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Thursday, 17 June 2010
Page: 5818

Mr McCLELLAND (Attorney-General) (10:09 AM) —In this matter, Justice Hayne in the High Court held a directions hearing on 16 of the 17 matters on 4 June 2010. His Honour made procedural orders putting in place a timetable for the filing of evidence and amended applications. His Honour listed both matters for a further directions hearing on 25 June 2010. His Honour indicated the first available date for a substantive hearing before the full court of the High Court would be in the week of 23 August 2010. However, I am not sure that that date has been allocated by the court. I think there is still some discussion between the parties and the court about that matter.

It seems that the court is likely to identify two cases as essentially representative of the issues in dispute in the number of cases that have been filed. Again, there is some negotiation between the parties. The basis of the claims is a challenge to the validity of the refugee status assessment and the independent merits review process applying to offshore irregular maritime arrivals. I cannot comment on the specifics of the issues raised in the proceedings. Regarding the issue of class actions, the Immigration Act specifically precludes class actions; hence, the filing of the individual matters.

Regarding the issues in dispute, I am advised in accordance with the non-statutory refugee status assessment procedures, which were introduced by the former government in 2001 as part of the excision arrangements, that these applicants’ protection claims were thoroughly examined by an independent decision maker from the Department of Immigration and Citizenship. These claims were considered on a case-by-case basis and each person was found not to be owed Australia’s protection; hence, they have taken court action. These decisions were in turn reviewed by an independent reviewer in accordance with the independent merits review process, introduced by the Rudd government, to ensure greater fairness and integrity in the offshore refugee status assessment.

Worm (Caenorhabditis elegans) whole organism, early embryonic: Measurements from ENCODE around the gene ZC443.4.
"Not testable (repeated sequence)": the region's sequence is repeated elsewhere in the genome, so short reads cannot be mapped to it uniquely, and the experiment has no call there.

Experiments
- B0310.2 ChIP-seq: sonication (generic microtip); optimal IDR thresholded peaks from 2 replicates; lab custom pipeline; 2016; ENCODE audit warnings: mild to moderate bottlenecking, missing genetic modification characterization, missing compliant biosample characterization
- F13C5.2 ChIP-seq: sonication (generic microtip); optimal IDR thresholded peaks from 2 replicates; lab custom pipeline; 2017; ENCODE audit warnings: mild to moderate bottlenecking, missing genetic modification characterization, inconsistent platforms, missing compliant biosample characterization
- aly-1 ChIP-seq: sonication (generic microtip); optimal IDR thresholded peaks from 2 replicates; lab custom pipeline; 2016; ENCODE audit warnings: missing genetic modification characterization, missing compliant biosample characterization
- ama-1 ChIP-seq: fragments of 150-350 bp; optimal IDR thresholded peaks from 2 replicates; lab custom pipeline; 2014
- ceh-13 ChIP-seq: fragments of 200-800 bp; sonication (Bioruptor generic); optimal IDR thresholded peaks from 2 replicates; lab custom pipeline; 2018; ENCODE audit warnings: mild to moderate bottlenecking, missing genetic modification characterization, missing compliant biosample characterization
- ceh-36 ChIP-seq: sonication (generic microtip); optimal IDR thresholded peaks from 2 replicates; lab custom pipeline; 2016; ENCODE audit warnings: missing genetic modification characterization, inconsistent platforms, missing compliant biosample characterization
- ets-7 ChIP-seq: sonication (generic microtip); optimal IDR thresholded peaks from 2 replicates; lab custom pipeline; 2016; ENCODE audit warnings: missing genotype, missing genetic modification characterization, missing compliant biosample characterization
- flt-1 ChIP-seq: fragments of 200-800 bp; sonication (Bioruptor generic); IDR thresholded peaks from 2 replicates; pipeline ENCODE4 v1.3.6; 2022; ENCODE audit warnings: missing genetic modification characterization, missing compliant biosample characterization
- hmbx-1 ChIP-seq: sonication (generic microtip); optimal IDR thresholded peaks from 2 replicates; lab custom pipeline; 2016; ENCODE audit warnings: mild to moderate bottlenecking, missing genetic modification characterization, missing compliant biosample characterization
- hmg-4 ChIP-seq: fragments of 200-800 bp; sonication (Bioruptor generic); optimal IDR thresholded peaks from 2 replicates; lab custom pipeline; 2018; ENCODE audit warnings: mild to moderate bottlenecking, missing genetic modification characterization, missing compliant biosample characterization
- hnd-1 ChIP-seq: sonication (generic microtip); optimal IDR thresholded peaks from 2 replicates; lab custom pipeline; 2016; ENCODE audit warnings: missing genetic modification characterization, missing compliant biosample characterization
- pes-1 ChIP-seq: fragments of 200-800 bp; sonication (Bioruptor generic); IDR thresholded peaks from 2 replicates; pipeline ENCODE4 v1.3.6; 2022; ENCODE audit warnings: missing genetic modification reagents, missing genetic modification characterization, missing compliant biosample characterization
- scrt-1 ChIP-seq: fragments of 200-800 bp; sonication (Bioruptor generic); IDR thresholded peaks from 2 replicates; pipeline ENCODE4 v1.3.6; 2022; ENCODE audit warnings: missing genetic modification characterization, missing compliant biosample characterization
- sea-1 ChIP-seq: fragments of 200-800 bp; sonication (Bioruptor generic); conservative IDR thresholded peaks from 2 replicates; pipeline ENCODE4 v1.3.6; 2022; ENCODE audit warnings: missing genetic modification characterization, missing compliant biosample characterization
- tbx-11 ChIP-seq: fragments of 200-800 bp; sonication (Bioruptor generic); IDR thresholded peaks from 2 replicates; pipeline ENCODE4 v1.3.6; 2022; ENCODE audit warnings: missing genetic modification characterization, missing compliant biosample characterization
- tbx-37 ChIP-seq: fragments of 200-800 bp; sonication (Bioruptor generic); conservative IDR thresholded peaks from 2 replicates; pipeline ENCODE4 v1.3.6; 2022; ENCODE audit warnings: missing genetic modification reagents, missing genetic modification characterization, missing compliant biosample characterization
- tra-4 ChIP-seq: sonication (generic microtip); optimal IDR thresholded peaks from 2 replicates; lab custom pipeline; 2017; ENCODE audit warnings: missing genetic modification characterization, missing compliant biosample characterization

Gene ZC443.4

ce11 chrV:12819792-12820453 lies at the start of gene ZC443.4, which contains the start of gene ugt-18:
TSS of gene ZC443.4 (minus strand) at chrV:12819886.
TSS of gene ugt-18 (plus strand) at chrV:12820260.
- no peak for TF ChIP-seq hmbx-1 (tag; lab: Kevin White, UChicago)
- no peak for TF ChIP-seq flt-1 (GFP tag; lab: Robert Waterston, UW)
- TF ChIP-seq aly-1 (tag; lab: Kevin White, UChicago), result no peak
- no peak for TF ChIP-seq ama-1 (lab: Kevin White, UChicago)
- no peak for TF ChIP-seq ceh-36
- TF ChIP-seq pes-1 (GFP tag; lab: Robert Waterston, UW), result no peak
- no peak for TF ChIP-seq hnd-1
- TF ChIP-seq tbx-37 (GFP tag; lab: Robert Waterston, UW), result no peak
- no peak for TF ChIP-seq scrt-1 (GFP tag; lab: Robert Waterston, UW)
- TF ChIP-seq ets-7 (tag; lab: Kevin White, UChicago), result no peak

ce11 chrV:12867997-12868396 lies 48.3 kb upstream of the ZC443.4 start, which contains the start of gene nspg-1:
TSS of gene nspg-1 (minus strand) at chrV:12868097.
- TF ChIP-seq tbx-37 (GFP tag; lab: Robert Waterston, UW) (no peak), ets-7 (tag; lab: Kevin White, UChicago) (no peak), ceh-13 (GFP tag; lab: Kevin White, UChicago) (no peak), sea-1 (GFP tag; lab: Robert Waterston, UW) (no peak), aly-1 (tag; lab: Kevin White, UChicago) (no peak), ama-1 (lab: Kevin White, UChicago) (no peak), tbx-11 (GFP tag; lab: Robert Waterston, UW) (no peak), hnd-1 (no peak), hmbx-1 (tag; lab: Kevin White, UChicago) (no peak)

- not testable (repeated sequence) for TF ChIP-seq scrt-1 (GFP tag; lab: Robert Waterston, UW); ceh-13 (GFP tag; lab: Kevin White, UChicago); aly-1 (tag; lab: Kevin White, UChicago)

The government’s position, which we believe is sound but obviously these matters are determined by the court, is that if an offshore entry person is moved from Christmas Island to the mainland it is simply a case of transferring detainees from one place of immigration detention in Australia to another place of immigration detention. The person’s status as an offshore entry person does not change as a result of that transfer. That was based on legislation introduced by the former government.

One of the applicants in the case is, as I understand it, currently on Christmas Island. So in that sense the issue about whether the people are in Australia or on Christmas Island has not been dissected. The challenge is to the process, as opposed to where the people are currently located. Obviously these issues will be discussed in the court case.